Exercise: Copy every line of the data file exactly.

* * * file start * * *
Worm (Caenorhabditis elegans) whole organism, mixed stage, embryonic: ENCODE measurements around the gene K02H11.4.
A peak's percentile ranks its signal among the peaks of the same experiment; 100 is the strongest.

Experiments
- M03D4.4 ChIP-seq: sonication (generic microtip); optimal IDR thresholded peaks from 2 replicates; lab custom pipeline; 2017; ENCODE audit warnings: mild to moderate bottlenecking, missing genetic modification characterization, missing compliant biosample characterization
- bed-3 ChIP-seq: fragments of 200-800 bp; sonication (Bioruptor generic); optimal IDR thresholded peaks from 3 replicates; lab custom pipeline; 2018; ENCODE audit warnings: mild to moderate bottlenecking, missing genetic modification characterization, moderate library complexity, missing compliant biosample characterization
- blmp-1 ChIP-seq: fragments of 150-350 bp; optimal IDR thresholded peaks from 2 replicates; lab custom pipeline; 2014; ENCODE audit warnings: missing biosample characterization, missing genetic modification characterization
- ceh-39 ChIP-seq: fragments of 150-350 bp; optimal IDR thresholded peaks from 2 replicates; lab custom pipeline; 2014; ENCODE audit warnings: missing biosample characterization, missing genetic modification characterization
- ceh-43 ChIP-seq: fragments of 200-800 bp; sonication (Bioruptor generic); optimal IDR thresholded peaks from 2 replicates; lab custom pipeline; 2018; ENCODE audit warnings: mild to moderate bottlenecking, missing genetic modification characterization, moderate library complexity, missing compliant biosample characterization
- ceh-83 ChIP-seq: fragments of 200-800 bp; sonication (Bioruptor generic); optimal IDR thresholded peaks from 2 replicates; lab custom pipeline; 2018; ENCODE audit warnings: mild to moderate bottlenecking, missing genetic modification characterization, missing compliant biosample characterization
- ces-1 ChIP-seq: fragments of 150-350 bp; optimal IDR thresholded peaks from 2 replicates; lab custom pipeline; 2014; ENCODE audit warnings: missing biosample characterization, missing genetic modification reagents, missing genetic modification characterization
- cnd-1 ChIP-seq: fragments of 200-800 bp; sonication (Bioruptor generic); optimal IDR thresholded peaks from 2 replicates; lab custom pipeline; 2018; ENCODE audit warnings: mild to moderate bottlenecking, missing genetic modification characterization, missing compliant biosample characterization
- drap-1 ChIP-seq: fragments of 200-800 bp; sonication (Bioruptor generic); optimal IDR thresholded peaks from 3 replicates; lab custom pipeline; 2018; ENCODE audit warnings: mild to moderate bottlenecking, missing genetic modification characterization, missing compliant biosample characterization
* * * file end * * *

Worm (Caenorhabditis elegans) whole organism, mixed stage, embryonic: ENCODE measurements around the gene K02H11.4.
A peak's percentile ranks its signal among the peaks of the same experiment; 100 is the strongest.

Experiments
- M03D4.4 ChIP-seq: sonication (generic microtip); optimal IDR thresholded peaks from 2 replicates; lab custom pipeline; 2017; ENCODE audit warnings: mild to moderate bottlenecking, missing genetic modification characterization, missing compliant biosample characterization
- bed-3 ChIP-seq: fragments of 200-800 bp; sonication (Bioruptor generic); optimal IDR thresholded peaks from 3 replicates; lab custom pipeline; 2018; ENCODE audit warnings: mild to moderate bottlenecking, missing genetic modification characterization, moderate library complexity, missing compliant biosample characterization
- blmp-1 ChIP-seq: fragments of 150-350 bp; optimal IDR thresholded peaks from 2 replicates; lab custom pipeline; 2014; ENCODE audit warnings: missing biosample characterization, missing genetic modification characterization
- ceh-39 ChIP-seq: fragments of 150-350 bp; optimal IDR thresholded peaks from 2 replicates; lab custom pipeline; 2014; ENCODE audit warnings: missing biosample characterization, missing genetic modification characterization
- ceh-43 ChIP-seq: fragments of 200-800 bp; sonication (Bioruptor generic); optimal IDR thresholded peaks from 2 replicates; lab custom pipeline; 2018; ENCODE audit warnings: mild to moderate bottlenecking, missing genetic modification characterization, moderate library complexity, missing compliant biosample characterization
- ceh-83 ChIP-seq: fragments of 200-800 bp; sonication (Bioruptor generic); optimal IDR thresholded peaks from 2 replicates; lab custom pipeline; 2018; ENCODE audit warnings: mild to moderate bottlenecking, missing genetic modification characterization, missing compliant biosample characterization
- ces-1 ChIP-seq: fragments of 150-350 bp; optimal IDR thresholded peaks from 2 replicates; lab custom pipeline; 2014; ENCODE audit warnings: missing biosample characterization, missing genetic modification reagents, missing genetic modification characterization
- cnd-1 ChIP-seq: fragments of 200-800 bp; sonication (Bioruptor generic); optimal IDR thresholded peaks from 2 replicates; lab custom pipeline; 2018; ENCODE audit warnings: mild to moderate bottlenecking, missing genetic modification characterization, missing compliant biosample characterization
- drap-1 ChIP-seq: fragments of 200-800 bp; sonication (Bioruptor generic); optimal IDR thresholded peaks from 3 replicates; lab custom pipeline; 2018; ENCODE audit warnings: mild to moderate bottlenecking, missing genetic modification characterization, missing compliant biosample characterization